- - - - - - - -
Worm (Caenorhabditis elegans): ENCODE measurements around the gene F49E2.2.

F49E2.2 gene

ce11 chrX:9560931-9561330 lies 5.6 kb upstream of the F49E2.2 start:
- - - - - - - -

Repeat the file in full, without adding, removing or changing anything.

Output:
Worm (Caenorhabditis elegans): ENCODE measurements around the gene F49E2.2.

F49E2.2 gene

ce11 chrX:9560931-9561330 lies 5.6 kb upstream of the F49E2.2 start: